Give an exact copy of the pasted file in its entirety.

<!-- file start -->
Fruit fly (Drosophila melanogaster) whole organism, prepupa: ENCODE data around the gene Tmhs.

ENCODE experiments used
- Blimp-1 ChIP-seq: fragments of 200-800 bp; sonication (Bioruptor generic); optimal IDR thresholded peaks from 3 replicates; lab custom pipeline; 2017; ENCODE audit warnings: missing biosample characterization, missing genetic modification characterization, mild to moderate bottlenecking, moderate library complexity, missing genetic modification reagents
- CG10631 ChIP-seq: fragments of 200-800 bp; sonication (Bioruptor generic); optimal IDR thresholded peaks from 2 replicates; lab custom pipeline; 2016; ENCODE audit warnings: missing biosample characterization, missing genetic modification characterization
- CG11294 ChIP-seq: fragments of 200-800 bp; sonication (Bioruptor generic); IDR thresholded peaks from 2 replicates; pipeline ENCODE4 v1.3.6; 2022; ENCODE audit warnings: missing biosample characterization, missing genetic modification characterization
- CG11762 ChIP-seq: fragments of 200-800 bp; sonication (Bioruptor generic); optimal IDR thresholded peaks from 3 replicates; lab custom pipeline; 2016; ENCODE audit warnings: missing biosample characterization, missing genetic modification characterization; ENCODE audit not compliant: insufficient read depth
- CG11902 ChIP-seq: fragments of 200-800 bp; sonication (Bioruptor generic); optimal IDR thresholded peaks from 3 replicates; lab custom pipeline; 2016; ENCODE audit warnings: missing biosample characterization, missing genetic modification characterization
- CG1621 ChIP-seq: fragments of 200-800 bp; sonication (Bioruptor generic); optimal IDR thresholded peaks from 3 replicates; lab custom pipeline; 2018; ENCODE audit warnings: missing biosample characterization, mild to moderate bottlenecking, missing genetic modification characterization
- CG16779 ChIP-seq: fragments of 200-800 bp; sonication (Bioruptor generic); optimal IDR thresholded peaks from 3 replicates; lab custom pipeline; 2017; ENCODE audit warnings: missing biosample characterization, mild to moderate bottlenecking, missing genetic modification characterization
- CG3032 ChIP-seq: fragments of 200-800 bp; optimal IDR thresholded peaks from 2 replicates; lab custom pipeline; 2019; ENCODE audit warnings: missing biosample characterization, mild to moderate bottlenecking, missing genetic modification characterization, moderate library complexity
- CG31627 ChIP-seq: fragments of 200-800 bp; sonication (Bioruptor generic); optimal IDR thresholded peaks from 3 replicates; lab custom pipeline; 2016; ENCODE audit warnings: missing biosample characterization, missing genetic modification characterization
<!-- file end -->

Fruit fly (Drosophila melanogaster) whole organism, prepupa: ENCODE data around the gene Tmhs.

ENCODE experiments used
- Blimp-1 ChIP-seq: fragments of 200-800 bp; sonication (Bioruptor generic); optimal IDR thresholded peaks from 3 replicates; lab custom pipeline; 2017; ENCODE audit warnings: missing biosample characterization, missing genetic modification characterization, mild to moderate bottlenecking, moderate library complexity, missing genetic modification reagents
- CG10631 ChIP-seq: fragments of 200-800 bp; sonication (Bioruptor generic); optimal IDR thresholded peaks from 2 replicates; lab custom pipeline; 2016; ENCODE audit warnings: missing biosample characterization, missing genetic modification characterization
- CG11294 ChIP-seq: fragments of 200-800 bp; sonication (Bioruptor generic); IDR thresholded peaks from 2 replicates; pipeline ENCODE4 v1.3.6; 2022; ENCODE audit warnings: missing biosample characterization, missing genetic modification characterization
- CG11762 ChIP-seq: fragments of 200-800 bp; sonication (Bioruptor generic); optimal IDR thresholded peaks from 3 replicates; lab custom pipeline; 2016; ENCODE audit warnings: missing biosample characterization, missing genetic modification characterization; ENCODE audit not compliant: insufficient read depth
- CG11902 ChIP-seq: fragments of 200-800 bp; sonication (Bioruptor generic); optimal IDR thresholded peaks from 3 replicates; lab custom pipeline; 2016; ENCODE audit warnings: missing biosample characterization, missing genetic modification characterization
- CG1621 ChIP-seq: fragments of 200-800 bp; sonication (Bioruptor generic); optimal IDR thresholded peaks from 3 replicates; lab custom pipeline; 2018; ENCODE audit warnings: missing biosample characterization, mild to moderate bottlenecking, missing genetic modification characterization
- CG16779 ChIP-seq: fragments of 200-800 bp; sonication (Bioruptor generic); optimal IDR thresholded peaks from 3 replicates; lab custom pipeline; 2017; ENCODE audit warnings: missing biosample characterization, mild to moderate bottlenecking, missing genetic modification characterization
- CG3032 ChIP-seq: fragments of 200-800 bp; optimal IDR thresholded peaks from 2 replicates; lab custom pipeline; 2019; ENCODE audit warnings: missing biosample characterization, mild to moderate bottlenecking, missing genetic modification characterization, moderate library complexity
- CG31627 ChIP-seq: fragments of 200-800 bp; sonication (Bioruptor generic); optimal IDR thresholded peaks from 3 replicates; lab custom pipeline; 2016; ENCODE audit warnings: missing biosample characterization, missing genetic modification characterization